A criminal charge is a formal accusation that a crime has been committed, made by a governmental authority, such as a public prosecutor or police. Criminal charges are either misdemeanors or felonies, and both are categorized in degrees.
When a person is facing criminal charges, their cases are generally resolved in one of three ways:
- Going to trial and being proven innocent or guilty
- Entering a plea bargain, which is typically pleading guilty to a lesser charge in exchange for a lighter sentence
- Having the charges dismissed
Charges can be dismissed or dropped only by a prosecutor or judge. Dismissed or dropped charges both result in a defendant going free, but they differ in when they are used. A charge can be dismissed only after it has been legally filed, whereas a charge can be dropped before or after it has been filed. For this discussion, the term dismissed will be used.
A person who has been charged with a crime has legal rights from the time they encounter police throughout the investigation, even in felony cases. That means your rights could be violated, or something else could occur that gives your lawyer reason to ask for charges to be dismissed. Or a judge or prosecutor may do so on their own. In either case, there must be solid legal grounds for the dismissal.
There are several types of case dismissals:
- No information/decline to charge: When a prosecutor or state attorney declines to file formal charges.
- Nolle prosse: When a prosecutor or state attorney dismisses the specific case or charge.
- Dispositive motion to suppress: When a judge suppresses evidence that causes a prosecutor not to prove their case.
- Motion to dismiss: When a judge dismisses a case after a motion to dismiss is filed by the defendant’s attorney, even if the prosecutor wishes to proceed.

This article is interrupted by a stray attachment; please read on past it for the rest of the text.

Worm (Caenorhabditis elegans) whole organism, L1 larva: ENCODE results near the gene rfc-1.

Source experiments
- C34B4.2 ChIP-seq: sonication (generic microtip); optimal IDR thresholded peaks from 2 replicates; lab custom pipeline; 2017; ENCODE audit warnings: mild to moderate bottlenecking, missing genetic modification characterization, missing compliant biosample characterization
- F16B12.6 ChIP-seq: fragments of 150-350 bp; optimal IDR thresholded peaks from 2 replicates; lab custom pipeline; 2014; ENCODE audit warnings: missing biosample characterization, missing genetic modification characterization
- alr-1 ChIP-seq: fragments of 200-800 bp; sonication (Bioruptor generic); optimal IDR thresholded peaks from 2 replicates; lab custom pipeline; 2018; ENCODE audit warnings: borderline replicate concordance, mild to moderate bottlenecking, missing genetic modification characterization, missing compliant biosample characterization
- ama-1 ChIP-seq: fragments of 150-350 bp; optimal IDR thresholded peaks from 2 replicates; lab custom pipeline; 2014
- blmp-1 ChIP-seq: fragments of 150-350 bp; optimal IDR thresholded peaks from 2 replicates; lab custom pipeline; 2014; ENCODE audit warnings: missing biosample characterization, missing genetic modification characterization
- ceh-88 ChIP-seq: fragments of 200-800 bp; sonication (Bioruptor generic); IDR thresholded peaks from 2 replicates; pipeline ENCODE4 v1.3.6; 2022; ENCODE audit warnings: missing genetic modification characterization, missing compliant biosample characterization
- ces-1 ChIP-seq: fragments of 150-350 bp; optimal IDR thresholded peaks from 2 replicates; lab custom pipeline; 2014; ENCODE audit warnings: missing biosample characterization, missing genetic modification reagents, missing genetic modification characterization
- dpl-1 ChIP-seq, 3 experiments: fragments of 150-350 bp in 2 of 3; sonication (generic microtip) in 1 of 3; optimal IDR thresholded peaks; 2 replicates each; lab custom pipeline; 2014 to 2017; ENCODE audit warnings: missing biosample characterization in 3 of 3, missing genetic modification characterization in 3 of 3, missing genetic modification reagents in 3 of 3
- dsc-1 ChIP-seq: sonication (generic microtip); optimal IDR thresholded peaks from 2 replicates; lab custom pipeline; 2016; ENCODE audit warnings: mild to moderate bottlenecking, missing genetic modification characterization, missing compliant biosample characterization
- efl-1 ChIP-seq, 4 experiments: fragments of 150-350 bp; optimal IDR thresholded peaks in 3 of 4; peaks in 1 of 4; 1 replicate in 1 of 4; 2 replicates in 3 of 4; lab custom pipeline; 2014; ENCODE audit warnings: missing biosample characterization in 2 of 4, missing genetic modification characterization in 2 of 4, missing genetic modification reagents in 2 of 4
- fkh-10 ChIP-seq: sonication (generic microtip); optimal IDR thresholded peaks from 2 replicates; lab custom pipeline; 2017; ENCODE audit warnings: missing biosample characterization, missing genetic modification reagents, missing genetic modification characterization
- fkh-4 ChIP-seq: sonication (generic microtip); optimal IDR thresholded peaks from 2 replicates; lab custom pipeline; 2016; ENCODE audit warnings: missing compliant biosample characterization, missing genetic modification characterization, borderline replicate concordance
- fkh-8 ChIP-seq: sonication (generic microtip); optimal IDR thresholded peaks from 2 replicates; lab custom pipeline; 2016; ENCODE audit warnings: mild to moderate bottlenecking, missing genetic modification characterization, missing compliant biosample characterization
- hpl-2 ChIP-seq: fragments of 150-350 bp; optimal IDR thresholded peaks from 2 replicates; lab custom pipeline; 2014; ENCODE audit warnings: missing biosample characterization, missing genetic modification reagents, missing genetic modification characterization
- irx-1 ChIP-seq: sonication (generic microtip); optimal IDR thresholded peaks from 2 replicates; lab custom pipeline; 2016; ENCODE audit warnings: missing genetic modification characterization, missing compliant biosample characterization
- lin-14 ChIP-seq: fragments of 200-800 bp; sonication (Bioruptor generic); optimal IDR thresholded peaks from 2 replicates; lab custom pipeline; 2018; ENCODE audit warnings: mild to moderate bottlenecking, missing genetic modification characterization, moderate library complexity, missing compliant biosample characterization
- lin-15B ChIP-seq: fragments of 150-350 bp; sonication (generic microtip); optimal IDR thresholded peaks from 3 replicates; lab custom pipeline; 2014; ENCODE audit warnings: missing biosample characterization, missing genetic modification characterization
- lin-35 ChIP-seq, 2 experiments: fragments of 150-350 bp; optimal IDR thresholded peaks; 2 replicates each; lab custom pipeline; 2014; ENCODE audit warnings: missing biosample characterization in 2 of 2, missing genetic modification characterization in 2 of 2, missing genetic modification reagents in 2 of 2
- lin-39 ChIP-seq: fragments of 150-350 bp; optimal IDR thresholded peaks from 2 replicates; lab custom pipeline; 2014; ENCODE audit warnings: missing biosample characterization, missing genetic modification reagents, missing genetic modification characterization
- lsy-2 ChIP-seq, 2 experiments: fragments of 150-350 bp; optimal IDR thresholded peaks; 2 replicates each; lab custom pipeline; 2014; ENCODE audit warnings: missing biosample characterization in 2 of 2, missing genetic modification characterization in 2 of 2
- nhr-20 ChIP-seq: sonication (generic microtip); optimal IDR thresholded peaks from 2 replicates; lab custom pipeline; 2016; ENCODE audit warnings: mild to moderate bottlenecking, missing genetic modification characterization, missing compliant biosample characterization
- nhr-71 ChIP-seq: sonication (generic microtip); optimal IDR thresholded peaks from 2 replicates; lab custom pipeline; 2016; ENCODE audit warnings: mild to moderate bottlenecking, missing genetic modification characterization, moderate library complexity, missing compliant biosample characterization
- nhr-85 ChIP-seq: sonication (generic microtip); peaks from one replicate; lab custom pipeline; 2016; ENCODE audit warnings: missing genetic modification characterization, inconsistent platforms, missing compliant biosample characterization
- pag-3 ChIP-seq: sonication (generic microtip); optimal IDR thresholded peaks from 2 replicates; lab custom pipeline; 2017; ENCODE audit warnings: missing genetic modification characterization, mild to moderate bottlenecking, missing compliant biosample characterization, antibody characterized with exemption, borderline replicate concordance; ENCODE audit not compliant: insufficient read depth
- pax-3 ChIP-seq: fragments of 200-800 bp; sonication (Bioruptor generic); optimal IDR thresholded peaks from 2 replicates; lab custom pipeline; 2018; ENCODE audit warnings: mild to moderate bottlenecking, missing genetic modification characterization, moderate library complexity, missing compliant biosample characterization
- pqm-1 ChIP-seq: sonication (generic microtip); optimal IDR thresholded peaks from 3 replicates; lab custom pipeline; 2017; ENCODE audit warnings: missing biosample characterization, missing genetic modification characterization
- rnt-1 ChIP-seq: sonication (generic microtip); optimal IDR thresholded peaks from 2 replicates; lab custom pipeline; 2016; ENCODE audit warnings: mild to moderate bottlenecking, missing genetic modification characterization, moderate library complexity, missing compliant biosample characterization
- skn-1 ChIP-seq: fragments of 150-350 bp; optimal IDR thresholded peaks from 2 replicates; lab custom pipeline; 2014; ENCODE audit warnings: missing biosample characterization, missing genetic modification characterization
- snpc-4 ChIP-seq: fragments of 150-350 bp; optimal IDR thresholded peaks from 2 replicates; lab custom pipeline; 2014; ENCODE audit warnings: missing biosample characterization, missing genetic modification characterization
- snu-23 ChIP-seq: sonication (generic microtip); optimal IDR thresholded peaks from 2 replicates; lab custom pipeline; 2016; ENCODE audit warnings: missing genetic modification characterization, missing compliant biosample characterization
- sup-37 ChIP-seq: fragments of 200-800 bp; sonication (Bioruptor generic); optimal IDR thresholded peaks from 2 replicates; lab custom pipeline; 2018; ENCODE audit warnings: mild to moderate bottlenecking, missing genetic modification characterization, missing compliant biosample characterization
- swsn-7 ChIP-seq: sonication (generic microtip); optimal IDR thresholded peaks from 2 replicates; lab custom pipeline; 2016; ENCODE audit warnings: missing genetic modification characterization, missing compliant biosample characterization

It is important to note that some cases can be reopened after dismissal. A case that is dismissed with prejudice is one in which a judge determines the case is settled and cannot be reopened in the future. If a judge dismisses a case without prejudice, the prosecutor can reopen the case later if there is new evidence.
Some Causes for Dismissal of Criminal Charges
Following are some circumstances under which a criminal charge could potentially be dismissed.
- No probable cause. Probable cause is the standard that gives authorities reason to obtain a warrant for arresting a suspected criminal or issuing a search warrant. It is also the standard by which grand juries decide criminal indictments. When there is not enough evidence or information to support probable cause, the case can be dismissed.
- Illegal stop. Police must have reasonable suspicion to justify stopping someone in a vehicle. Reasonable suspicion can include driving without a license plate, speeding, disobeying traffic laws, acting on a report by a motorist or other witness, or visibly drinking alcohol. When police do not have this justification or obtained evidence from an illegal stop, a case could potentially be dismissed.
- Illegal search and seizure; Fourth Amendment violations. Police must show probable cause to search a car or property and seize evidence. Legal searches and seizures are made with search warrants issued by a judge, with a few exceptions. When there is no required warrant, a search or seizure could be considered illegal. Note that a person who is pulled over does not need to consent to a search. However, anything illicit that is in plain sight can give police probable cause for a legal search. An exception is if the person had an open warrant for their arrest.
- No Miranda Rights read. When a person is charged with a crime, they have rights, such as the right not to speak and the right to an attorney, called Miranda Rights. These rights must always be read by law enforcement at the time of the arrest.
- Denial of attorney rights. An arrested person has the right to an attorney and the right not to speak without an attorney present. Sometimes these attorney rights are not granted or are forgotten, causing case dismissal.